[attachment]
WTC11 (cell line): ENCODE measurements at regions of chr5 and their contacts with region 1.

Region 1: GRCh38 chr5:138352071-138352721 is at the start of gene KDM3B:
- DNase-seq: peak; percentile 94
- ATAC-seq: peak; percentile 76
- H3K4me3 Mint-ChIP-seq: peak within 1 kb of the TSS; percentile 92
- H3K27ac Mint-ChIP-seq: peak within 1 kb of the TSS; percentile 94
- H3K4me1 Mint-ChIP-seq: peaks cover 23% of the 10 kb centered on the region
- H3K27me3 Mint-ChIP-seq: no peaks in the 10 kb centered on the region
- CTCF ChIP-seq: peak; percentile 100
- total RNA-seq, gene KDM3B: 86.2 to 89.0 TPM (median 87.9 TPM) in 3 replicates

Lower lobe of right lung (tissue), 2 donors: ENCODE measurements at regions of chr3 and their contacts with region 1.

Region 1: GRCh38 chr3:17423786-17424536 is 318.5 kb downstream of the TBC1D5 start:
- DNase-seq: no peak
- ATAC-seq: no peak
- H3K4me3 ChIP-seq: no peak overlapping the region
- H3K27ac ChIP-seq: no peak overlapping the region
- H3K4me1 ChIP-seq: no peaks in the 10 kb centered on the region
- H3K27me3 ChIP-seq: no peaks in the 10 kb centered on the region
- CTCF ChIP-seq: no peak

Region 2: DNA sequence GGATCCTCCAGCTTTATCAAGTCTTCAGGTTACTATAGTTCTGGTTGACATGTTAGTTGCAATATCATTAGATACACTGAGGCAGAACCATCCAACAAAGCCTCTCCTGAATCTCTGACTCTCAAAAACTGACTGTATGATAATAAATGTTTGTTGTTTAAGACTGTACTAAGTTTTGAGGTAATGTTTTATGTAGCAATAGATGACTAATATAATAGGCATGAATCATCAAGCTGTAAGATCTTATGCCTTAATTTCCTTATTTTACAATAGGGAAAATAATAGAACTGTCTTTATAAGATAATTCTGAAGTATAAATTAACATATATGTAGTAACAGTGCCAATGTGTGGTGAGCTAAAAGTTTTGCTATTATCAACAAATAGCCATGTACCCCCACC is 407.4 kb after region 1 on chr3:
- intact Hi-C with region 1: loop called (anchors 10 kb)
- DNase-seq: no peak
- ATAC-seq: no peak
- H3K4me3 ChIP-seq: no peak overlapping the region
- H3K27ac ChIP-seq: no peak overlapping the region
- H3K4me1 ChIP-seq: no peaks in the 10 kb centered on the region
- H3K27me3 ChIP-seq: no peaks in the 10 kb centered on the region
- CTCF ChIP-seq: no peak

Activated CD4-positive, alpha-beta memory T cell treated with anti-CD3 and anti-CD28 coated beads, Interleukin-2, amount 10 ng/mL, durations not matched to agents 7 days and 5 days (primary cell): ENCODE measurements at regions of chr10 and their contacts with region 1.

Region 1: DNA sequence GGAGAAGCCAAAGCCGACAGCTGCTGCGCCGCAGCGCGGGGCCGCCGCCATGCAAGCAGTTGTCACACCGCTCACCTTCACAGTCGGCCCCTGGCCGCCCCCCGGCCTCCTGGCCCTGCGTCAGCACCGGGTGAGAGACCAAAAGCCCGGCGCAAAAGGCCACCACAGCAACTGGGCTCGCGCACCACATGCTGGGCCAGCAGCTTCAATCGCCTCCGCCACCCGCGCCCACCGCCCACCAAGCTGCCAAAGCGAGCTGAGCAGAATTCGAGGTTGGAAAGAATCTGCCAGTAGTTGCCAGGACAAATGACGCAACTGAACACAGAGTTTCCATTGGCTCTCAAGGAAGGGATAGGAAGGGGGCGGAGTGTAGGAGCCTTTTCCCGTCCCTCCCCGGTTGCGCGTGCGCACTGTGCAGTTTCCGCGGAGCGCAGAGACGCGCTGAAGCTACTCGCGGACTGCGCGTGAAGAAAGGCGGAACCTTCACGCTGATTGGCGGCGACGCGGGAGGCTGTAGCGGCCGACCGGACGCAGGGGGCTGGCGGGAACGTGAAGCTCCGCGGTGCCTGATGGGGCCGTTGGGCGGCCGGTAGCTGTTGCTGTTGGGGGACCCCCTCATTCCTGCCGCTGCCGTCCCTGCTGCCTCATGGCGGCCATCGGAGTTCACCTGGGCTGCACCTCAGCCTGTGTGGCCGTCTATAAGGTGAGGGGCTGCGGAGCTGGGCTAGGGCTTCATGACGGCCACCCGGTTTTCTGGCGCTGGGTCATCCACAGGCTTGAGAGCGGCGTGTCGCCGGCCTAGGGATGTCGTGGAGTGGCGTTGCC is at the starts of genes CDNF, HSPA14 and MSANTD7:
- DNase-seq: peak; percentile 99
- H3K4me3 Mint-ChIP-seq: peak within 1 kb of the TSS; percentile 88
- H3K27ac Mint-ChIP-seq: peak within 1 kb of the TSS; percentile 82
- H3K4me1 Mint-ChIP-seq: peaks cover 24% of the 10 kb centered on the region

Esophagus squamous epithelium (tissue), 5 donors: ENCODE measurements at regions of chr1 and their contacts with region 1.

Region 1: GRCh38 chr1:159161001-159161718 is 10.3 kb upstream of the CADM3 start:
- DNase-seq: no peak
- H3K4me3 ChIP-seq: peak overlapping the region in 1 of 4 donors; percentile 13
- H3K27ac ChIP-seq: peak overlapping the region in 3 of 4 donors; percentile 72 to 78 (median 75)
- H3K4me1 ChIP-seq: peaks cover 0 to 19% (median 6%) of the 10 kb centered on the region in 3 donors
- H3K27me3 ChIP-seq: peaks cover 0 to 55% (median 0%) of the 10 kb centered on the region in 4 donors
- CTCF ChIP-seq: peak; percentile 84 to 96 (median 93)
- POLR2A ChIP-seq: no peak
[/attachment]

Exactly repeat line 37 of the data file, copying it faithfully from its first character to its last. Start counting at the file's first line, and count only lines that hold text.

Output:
- DNase-seq: no peak